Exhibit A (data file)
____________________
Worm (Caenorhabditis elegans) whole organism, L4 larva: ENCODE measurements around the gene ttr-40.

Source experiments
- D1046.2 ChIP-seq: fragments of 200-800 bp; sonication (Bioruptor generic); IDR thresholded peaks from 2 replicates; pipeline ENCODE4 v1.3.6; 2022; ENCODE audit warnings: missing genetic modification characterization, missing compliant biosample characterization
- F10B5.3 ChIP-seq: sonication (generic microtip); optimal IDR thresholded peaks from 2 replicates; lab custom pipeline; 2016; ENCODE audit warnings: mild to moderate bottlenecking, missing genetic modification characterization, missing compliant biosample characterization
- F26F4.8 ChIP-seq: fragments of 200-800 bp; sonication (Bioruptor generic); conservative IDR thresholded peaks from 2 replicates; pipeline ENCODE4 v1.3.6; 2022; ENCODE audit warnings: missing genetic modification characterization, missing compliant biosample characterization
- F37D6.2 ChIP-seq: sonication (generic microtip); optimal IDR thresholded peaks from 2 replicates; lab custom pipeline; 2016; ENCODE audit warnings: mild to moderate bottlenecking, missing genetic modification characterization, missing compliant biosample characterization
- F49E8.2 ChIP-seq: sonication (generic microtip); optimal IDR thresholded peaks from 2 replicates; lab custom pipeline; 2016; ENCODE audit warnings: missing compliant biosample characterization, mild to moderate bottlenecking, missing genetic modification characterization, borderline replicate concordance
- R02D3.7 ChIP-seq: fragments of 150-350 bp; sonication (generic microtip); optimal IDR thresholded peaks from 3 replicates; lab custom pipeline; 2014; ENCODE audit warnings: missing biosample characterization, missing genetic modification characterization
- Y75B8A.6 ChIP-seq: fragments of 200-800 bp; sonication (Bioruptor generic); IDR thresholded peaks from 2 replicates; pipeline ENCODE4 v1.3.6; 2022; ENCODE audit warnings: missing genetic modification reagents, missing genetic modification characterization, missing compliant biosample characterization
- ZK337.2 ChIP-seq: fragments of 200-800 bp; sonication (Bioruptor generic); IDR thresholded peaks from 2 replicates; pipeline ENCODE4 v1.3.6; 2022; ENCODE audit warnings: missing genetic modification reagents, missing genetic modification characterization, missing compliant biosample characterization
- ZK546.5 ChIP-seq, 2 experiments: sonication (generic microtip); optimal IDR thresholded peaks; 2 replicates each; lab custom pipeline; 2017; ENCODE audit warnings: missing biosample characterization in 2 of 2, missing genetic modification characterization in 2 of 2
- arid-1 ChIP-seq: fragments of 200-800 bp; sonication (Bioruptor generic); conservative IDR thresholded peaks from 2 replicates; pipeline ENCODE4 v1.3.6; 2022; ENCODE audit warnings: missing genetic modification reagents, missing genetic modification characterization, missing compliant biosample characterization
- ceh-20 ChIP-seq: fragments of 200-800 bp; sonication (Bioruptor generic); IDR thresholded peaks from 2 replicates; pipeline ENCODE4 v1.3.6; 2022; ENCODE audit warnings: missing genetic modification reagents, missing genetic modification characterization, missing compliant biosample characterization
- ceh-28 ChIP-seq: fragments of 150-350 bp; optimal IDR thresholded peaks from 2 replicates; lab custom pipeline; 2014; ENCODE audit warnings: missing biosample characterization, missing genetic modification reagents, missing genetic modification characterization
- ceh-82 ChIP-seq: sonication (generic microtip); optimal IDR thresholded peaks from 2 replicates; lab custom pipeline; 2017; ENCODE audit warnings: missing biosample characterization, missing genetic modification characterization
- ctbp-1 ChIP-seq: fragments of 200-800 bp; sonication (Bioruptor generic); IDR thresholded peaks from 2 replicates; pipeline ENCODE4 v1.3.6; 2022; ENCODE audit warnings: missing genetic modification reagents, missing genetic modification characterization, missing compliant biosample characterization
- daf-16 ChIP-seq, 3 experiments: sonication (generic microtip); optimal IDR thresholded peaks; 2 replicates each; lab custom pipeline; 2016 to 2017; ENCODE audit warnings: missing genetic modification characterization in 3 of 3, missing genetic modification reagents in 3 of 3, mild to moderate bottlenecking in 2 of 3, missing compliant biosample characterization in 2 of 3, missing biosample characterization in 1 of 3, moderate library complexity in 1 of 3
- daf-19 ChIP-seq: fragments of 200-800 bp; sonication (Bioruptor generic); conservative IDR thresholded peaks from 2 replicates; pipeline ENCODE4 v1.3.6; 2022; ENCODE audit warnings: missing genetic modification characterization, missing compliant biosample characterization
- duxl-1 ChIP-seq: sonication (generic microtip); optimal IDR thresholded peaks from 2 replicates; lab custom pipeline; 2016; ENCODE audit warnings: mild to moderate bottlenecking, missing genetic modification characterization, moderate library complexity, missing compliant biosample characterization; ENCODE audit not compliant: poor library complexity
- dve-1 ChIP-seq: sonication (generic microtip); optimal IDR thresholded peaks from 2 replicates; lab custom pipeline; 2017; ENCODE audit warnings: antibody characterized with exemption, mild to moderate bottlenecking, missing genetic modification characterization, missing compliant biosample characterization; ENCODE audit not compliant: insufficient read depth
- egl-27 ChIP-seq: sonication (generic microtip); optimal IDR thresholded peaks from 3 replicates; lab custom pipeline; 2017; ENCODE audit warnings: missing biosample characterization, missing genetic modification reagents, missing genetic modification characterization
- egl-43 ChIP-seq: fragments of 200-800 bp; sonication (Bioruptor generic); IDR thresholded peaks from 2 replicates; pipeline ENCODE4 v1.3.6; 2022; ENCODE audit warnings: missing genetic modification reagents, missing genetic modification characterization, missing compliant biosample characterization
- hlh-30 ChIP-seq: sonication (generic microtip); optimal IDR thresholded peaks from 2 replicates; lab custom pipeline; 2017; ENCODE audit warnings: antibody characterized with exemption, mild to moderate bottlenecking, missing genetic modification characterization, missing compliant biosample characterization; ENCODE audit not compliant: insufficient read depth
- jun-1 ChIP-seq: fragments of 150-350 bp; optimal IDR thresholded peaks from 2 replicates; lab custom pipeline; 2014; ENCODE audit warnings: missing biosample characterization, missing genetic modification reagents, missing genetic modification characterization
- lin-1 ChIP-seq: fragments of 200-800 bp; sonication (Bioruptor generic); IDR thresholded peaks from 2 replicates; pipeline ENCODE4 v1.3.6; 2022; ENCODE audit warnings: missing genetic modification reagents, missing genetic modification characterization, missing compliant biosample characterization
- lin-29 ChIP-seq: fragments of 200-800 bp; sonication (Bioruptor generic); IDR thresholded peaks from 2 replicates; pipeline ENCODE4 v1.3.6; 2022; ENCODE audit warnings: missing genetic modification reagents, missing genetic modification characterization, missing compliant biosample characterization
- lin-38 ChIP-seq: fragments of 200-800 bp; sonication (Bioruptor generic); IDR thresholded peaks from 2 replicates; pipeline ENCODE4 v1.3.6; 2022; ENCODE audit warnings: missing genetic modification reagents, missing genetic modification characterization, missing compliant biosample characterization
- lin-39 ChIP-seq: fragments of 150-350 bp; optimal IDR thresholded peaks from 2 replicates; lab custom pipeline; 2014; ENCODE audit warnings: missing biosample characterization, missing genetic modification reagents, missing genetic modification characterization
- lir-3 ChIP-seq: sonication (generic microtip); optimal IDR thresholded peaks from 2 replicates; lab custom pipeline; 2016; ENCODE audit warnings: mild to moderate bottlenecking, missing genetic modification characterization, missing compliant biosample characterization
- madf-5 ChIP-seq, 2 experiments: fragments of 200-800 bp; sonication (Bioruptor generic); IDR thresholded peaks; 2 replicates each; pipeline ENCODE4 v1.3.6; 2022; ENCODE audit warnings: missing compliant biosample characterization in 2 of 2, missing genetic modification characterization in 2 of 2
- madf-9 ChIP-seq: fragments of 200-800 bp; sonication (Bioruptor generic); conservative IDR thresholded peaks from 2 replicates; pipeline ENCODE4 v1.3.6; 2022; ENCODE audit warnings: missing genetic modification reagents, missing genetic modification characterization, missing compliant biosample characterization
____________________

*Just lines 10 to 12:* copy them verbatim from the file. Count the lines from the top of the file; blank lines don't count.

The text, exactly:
- ZK337.2 ChIP-seq: fragments of 200-800 bp; sonication (Bioruptor generic); IDR thresholded peaks from 2 replicates; pipeline ENCODE4 v1.3.6; 2022; ENCODE audit warnings: missing genetic modification reagents, missing genetic modification characterization, missing compliant biosample characterization
- ZK546.5 ChIP-seq, 2 experiments: sonication (generic microtip); optimal IDR thresholded peaks; 2 replicates each; lab custom pipeline; 2017; ENCODE audit warnings: missing biosample characterization in 2 of 2, missing genetic modification characterization in 2 of 2
- arid-1 ChIP-seq: fragments of 200-800 bp; sonication (Bioruptor generic); conservative IDR thresholded peaks from 2 replicates; pipeline ENCODE4 v1.3.6; 2022; ENCODE audit warnings: missing genetic modification reagents, missing genetic modification characterization, missing compliant biosample characterization